What surprised the Fassbenders about the experience? “It was surprisingly relaxed,” he says. “The real highlight was when you see a lot of the old legends there. There are a lot of inspirational figures there. To share a few moments with those people was a treat.” Is he still capable of being starstruck? “Oh yeah. I find that with sports personalities. With Brian O’Driscoll I definitely feel starstruck.”
Parents at the Oscars
Born in Heidelberg, Fassbender moved with his parents – his father is German and his mother is from Larne, in Co Antrim – to Killarney when he was two years old. His parents, who work in the restaurant business, seem to have earned their invitation to the Oscars by remaining impressively supportive throughout the difficult early stages of their son's career.
“I think most parents would be worried by that,” he says. “It’s just the insecurity of the business that worries people. That is very alive in people’s minds. When they saw I was serious they were very supportive.”
How did he convince them of that? “They didn’t have a choice I suppose. When they saw the determination I was putting in, they knew I was serious.”
Fassbender does try to make light of his “intensity”, but there is no doubt that he throws himself into his art. He was about 17 when, after a few amateur performances, he became committed to the actor’s life. At 19 he made his way to London and enrolled at the Drama Centre. As I understand it, this is the sort of place that asks students to reveal their emotional entrails on a regular basis.
“The Actors Studio in New York was a big influence on me,” he says. “And a lot of the guys I first got into were there. People like Brando, De Niro, Pacino were all from that type of schooling. That’s what I was into before I sought out acting schools.”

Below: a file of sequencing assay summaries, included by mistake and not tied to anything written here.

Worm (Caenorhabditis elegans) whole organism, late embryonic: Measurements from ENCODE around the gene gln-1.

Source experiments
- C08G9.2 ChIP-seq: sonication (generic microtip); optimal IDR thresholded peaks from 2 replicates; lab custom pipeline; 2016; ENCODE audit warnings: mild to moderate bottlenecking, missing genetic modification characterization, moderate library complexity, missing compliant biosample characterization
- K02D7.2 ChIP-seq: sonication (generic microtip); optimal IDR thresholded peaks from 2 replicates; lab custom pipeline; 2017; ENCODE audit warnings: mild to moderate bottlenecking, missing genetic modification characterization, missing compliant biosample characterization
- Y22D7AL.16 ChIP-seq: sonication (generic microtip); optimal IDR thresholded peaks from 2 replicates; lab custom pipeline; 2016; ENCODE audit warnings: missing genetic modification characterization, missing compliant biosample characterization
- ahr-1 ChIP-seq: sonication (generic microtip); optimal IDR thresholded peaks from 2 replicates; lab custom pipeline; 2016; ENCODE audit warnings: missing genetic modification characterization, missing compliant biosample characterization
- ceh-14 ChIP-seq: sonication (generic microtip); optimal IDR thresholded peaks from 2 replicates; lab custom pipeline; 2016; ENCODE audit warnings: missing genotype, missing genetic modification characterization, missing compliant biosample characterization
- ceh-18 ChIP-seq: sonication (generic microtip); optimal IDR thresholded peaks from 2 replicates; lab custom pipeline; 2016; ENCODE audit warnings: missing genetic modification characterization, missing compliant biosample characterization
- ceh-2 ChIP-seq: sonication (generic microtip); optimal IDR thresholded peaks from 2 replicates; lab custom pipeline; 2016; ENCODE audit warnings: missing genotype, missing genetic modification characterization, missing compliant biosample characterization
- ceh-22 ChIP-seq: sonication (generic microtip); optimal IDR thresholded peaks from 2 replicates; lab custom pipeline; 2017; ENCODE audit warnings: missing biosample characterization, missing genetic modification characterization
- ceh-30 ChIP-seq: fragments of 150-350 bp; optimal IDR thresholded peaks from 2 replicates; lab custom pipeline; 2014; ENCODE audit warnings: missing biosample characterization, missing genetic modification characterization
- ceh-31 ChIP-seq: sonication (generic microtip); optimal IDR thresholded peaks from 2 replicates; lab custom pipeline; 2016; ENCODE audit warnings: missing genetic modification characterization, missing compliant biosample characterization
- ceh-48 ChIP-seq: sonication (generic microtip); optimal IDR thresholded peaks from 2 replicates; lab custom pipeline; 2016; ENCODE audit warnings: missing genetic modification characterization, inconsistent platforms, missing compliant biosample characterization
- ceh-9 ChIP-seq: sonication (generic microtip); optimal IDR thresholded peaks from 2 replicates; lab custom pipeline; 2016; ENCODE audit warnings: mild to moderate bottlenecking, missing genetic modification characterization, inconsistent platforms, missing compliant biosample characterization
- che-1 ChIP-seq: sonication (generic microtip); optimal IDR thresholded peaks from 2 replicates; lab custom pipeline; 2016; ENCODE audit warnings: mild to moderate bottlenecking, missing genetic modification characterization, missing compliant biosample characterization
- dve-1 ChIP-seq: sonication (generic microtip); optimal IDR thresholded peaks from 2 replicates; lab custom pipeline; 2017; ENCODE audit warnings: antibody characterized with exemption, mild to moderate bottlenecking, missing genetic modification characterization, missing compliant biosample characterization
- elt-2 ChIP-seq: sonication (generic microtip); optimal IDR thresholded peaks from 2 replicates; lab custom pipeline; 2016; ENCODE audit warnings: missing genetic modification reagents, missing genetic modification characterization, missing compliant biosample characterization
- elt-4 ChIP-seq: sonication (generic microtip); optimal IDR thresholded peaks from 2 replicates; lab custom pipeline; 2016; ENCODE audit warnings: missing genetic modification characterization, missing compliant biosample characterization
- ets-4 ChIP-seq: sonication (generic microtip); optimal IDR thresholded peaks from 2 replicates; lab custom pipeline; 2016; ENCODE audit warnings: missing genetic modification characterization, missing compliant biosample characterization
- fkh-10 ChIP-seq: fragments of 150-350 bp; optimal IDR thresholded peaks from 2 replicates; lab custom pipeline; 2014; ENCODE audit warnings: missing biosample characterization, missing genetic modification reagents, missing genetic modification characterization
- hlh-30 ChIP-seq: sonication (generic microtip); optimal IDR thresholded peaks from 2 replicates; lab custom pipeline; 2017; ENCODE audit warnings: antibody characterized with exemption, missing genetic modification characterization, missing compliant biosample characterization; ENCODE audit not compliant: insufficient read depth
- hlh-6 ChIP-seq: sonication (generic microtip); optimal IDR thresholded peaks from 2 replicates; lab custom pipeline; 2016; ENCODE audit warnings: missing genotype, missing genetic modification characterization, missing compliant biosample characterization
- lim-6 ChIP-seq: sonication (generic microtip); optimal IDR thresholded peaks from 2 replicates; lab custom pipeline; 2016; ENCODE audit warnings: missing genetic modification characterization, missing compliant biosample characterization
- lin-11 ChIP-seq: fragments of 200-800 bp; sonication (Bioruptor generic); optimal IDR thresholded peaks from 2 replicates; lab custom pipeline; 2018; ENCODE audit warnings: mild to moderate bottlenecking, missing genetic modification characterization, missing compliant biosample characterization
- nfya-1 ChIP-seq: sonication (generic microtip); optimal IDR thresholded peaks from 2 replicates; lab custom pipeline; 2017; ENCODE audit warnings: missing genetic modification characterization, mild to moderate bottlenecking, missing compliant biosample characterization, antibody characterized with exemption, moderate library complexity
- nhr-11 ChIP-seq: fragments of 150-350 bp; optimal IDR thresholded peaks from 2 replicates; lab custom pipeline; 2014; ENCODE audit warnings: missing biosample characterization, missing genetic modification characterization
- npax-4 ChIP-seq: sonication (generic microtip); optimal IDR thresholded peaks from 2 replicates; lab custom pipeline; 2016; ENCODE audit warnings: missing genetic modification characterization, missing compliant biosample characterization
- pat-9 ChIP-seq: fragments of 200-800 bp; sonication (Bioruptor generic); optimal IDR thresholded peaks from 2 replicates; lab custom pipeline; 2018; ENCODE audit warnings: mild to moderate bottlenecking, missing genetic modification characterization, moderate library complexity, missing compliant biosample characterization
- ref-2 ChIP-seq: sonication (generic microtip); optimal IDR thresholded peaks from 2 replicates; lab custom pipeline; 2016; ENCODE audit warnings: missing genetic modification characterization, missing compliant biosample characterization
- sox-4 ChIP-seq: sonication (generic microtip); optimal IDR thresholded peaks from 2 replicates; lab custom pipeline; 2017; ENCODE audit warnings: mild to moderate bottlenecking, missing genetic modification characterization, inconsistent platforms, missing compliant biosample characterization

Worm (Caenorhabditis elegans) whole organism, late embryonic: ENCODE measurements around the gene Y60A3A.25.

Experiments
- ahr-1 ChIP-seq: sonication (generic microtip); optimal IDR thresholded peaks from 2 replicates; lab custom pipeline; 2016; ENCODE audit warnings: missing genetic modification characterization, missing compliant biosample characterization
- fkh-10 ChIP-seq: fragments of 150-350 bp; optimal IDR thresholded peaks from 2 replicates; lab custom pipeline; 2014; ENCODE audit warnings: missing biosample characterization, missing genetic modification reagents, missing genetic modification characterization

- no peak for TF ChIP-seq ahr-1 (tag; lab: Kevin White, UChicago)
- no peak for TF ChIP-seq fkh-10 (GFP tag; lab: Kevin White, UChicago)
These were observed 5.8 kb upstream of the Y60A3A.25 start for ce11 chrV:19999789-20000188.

He left the school before graduating, then, after securing an agent, set out on the familiar thespian cycle of famine and feast. There was some stage work here. In the early part of the new century he secured a role in Band of Brothers. There must have been times when he doubted himself.
"Oh there were. But I had youth on my side. You are in your 20s. There's that great belief system in play. You can get by eating the same pasta day in and day out. But I never recall thoughts of quitting. I did maybe think what I would do if, down the line, it really didn't work out." Which was what? "The service industry. That's the only thing I knew: running a bar."
What really changed things for Fassbender was his partnership with
McQueen. He burned up the screen as the star of that British director's Hunger and Shame. His supporting turn as a slave owner in 12 Years a Slave fairly hissed with fury. Pundits have fought to come up with comparable pairings of actor and director: De Niro and Scorsese; Wayne and Ford; Von Sydow and Bergman. Has he figured out why the partnership works so well?
“It’s just one of those things,” he says. “There’s a chemistry. Why do certain personalities click? I don’t know. He is an extraordinary artist, and he is also an extraordinary leader. I was in great hands. Then we just formed a strong relationship through that. Trust is a great thing.”
It is rare for such difficult, recherche projects to create proper movie stars. But that's what Fassbender has become. Later this month he turns up as Magneto in X-Men: Days of Future Past. Towards the end of the year we should see him playing Macbeth opposite Marion Cotillard's Lady Macbeth in a version of Shakespeare's play by the impressive Australian director Justin Kurzel.
“That’s going to be pretty visceral,” he says. “I hope there will also be something intimate that will appeal to younger audiences.”
For all his fame, Fassbender has not yet been lured to live in the US. Like so many artistic types, he now keeps a home in the up-and-coming London borough of Hackney. Will we ever be lured to the west coast?
“What? Cornwall? I am due a visit to Wales soon. No, there is no pressure in that area. The only pressure would come from myself.”
Very amusing. He's not so scary.
Frank is released next Friday